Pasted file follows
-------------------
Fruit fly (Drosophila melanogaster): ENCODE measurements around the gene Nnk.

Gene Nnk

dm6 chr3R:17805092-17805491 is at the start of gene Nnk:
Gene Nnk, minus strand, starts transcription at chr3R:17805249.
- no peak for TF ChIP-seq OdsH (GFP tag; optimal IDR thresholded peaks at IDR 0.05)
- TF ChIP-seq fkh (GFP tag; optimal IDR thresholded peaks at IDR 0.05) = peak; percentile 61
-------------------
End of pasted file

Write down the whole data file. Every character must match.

Fruit fly (Drosophila melanogaster): ENCODE measurements around the gene Nnk.

Gene Nnk

dm6 chr3R:17805092-17805491 is at the start of gene Nnk:
Gene Nnk, minus strand, starts transcription at chr3R:17805249.
- no peak for TF ChIP-seq OdsH (GFP tag; optimal IDR thresholded peaks at IDR 0.05)
- TF ChIP-seq fkh (GFP tag; optimal IDR thresholded peaks at IDR 0.05) = peak; percentile 61